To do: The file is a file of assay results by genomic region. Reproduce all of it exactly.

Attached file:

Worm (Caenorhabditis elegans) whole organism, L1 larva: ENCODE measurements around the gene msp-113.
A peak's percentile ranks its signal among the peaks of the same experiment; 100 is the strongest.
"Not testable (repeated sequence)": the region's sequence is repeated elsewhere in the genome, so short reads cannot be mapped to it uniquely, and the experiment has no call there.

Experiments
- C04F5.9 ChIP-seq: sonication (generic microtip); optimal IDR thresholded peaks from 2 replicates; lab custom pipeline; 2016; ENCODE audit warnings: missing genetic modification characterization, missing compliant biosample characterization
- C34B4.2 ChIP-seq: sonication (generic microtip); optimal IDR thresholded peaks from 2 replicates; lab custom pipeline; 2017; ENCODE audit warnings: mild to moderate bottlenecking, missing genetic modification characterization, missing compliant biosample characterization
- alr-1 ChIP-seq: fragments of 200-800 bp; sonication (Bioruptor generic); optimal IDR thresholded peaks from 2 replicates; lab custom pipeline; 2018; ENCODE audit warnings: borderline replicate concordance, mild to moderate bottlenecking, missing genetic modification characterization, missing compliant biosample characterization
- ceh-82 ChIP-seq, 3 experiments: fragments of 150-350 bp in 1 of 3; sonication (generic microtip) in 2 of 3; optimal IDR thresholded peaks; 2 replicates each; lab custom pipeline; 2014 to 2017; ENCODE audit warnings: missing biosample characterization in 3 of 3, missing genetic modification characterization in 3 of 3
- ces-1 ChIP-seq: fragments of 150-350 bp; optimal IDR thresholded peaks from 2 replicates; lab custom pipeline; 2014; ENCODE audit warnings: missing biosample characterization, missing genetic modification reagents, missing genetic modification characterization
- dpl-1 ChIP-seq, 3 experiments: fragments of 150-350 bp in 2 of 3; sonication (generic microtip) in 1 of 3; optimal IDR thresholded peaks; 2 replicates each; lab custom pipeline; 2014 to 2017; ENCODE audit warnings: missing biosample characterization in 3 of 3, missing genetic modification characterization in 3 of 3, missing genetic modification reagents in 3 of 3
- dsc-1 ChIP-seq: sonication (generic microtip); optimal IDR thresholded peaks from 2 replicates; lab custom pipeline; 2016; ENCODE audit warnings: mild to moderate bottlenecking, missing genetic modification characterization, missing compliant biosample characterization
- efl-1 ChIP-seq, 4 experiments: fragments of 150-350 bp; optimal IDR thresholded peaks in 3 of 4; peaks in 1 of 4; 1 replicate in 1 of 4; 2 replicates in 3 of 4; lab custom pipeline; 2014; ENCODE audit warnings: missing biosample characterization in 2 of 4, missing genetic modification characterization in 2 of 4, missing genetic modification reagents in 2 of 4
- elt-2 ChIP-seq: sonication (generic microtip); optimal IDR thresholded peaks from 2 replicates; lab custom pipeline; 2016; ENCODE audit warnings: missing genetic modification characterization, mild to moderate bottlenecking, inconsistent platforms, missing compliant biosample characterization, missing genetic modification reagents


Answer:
Worm (Caenorhabditis elegans) whole organism, L1 larva: ENCODE measurements around the gene msp-113.
A peak's percentile ranks its signal among the peaks of the same experiment; 100 is the strongest.
"Not testable (repeated sequence)": the region's sequence is repeated elsewhere in the genome, so short reads cannot be mapped to it uniquely, and the experiment has no call there.

Experiments
- C04F5.9 ChIP-seq: sonication (generic microtip); optimal IDR thresholded peaks from 2 replicates; lab custom pipeline; 2016; ENCODE audit warnings: missing genetic modification characterization, missing compliant biosample characterization
- C34B4.2 ChIP-seq: sonication (generic microtip); optimal IDR thresholded peaks from 2 replicates; lab custom pipeline; 2017; ENCODE audit warnings: mild to moderate bottlenecking, missing genetic modification characterization, missing compliant biosample characterization
- alr-1 ChIP-seq: fragments of 200-800 bp; sonication (Bioruptor generic); optimal IDR thresholded peaks from 2 replicates; lab custom pipeline; 2018; ENCODE audit warnings: borderline replicate concordance, mild to moderate bottlenecking, missing genetic modification characterization, missing compliant biosample characterization
- ceh-82 ChIP-seq, 3 experiments: fragments of 150-350 bp in 1 of 3; sonication (generic microtip) in 2 of 3; optimal IDR thresholded peaks; 2 replicates each; lab custom pipeline; 2014 to 2017; ENCODE audit warnings: missing biosample characterization in 3 of 3, missing genetic modification characterization in 3 of 3
- ces-1 ChIP-seq: fragments of 150-350 bp; optimal IDR thresholded peaks from 2 replicates; lab custom pipeline; 2014; ENCODE audit warnings: missing biosample characterization, missing genetic modification reagents, missing genetic modification characterization
- dpl-1 ChIP-seq, 3 experiments: fragments of 150-350 bp in 2 of 3; sonication (generic microtip) in 1 of 3; optimal IDR thresholded peaks; 2 replicates each; lab custom pipeline; 2014 to 2017; ENCODE audit warnings: missing biosample characterization in 3 of 3, missing genetic modification characterization in 3 of 3, missing genetic modification reagents in 3 of 3
- dsc-1 ChIP-seq: sonication (generic microtip); optimal IDR thresholded peaks from 2 replicates; lab custom pipeline; 2016; ENCODE audit warnings: mild to moderate bottlenecking, missing genetic modification characterization, missing compliant biosample characterization
- efl-1 ChIP-seq, 4 experiments: fragments of 150-350 bp; optimal IDR thresholded peaks in 3 of 4; peaks in 1 of 4; 1 replicate in 1 of 4; 2 replicates in 3 of 4; lab custom pipeline; 2014; ENCODE audit warnings: missing biosample characterization in 2 of 4, missing genetic modification characterization in 2 of 4, missing genetic modification reagents in 2 of 4
- elt-2 ChIP-seq: sonication (generic microtip); optimal IDR thresholded peaks from 2 replicates; lab custom pipeline; 2016; ENCODE audit warnings: missing genetic modification characterization, mild to moderate bottlenecking, inconsistent platforms, missing compliant biosample characterization, missing genetic modification reagents